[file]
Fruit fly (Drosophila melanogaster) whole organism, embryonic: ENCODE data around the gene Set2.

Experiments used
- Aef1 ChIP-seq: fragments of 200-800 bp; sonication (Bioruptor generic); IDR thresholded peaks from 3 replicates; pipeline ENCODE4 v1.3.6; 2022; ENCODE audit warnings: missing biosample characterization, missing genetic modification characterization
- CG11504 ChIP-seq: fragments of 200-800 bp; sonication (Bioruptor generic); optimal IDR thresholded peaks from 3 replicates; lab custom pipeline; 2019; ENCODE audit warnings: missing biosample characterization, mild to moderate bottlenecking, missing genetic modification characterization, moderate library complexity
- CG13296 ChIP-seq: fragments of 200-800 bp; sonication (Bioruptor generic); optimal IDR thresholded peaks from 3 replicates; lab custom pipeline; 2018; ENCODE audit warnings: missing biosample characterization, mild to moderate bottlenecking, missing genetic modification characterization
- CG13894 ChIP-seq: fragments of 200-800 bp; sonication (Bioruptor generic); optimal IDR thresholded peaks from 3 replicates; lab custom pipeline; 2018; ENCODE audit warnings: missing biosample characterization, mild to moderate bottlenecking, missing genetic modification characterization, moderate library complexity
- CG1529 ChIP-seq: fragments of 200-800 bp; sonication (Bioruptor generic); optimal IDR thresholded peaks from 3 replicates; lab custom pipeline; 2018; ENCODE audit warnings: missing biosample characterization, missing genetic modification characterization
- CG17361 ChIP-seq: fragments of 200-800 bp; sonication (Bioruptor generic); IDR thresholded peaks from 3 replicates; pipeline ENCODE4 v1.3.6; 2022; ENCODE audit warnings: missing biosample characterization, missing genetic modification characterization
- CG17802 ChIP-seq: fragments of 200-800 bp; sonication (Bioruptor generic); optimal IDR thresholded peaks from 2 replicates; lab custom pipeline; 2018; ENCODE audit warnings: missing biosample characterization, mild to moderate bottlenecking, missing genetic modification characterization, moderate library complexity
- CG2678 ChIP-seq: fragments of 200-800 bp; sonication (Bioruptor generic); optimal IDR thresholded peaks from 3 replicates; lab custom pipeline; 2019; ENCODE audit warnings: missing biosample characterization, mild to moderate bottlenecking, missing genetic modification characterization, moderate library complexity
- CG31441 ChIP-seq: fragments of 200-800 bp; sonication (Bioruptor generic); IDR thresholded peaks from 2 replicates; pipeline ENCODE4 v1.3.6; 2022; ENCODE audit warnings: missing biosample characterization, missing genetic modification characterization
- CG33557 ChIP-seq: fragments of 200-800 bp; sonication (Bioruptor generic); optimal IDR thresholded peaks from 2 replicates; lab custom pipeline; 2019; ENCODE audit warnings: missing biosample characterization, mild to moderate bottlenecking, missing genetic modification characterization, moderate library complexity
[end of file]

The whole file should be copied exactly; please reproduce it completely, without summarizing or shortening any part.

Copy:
Fruit fly (Drosophila melanogaster) whole organism, embryonic: ENCODE data around the gene Set2.

Experiments used
- Aef1 ChIP-seq: fragments of 200-800 bp; sonication (Bioruptor generic); IDR thresholded peaks from 3 replicates; pipeline ENCODE4 v1.3.6; 2022; ENCODE audit warnings: missing biosample characterization, missing genetic modification characterization
- CG11504 ChIP-seq: fragments of 200-800 bp; sonication (Bioruptor generic); optimal IDR thresholded peaks from 3 replicates; lab custom pipeline; 2019; ENCODE audit warnings: missing biosample characterization, mild to moderate bottlenecking, missing genetic modification characterization, moderate library complexity
- CG13296 ChIP-seq: fragments of 200-800 bp; sonication (Bioruptor generic); optimal IDR thresholded peaks from 3 replicates; lab custom pipeline; 2018; ENCODE audit warnings: missing biosample characterization, mild to moderate bottlenecking, missing genetic modification characterization
- CG13894 ChIP-seq: fragments of 200-800 bp; sonication (Bioruptor generic); optimal IDR thresholded peaks from 3 replicates; lab custom pipeline; 2018; ENCODE audit warnings: missing biosample characterization, mild to moderate bottlenecking, missing genetic modification characterization, moderate library complexity
- CG1529 ChIP-seq: fragments of 200-800 bp; sonication (Bioruptor generic); optimal IDR thresholded peaks from 3 replicates; lab custom pipeline; 2018; ENCODE audit warnings: missing biosample characterization, missing genetic modification characterization
- CG17361 ChIP-seq: fragments of 200-800 bp; sonication (Bioruptor generic); IDR thresholded peaks from 3 replicates; pipeline ENCODE4 v1.3.6; 2022; ENCODE audit warnings: missing biosample characterization, missing genetic modification characterization
- CG17802 ChIP-seq: fragments of 200-800 bp; sonication (Bioruptor generic); optimal IDR thresholded peaks from 2 replicates; lab custom pipeline; 2018; ENCODE audit warnings: missing biosample characterization, mild to moderate bottlenecking, missing genetic modification characterization, moderate library complexity
- CG2678 ChIP-seq: fragments of 200-800 bp; sonication (Bioruptor generic); optimal IDR thresholded peaks from 3 replicates; lab custom pipeline; 2019; ENCODE audit warnings: missing biosample characterization, mild to moderate bottlenecking, missing genetic modification characterization, moderate library complexity
- CG31441 ChIP-seq: fragments of 200-800 bp; sonication (Bioruptor generic); IDR thresholded peaks from 2 replicates; pipeline ENCODE4 v1.3.6; 2022; ENCODE audit warnings: missing biosample characterization, missing genetic modification characterization
- CG33557 ChIP-seq: fragments of 200-800 bp; sonication (Bioruptor generic); optimal IDR thresholded peaks from 2 replicates; lab custom pipeline; 2019; ENCODE audit warnings: missing biosample characterization, mild to moderate bottlenecking, missing genetic modification characterization, moderate library complexity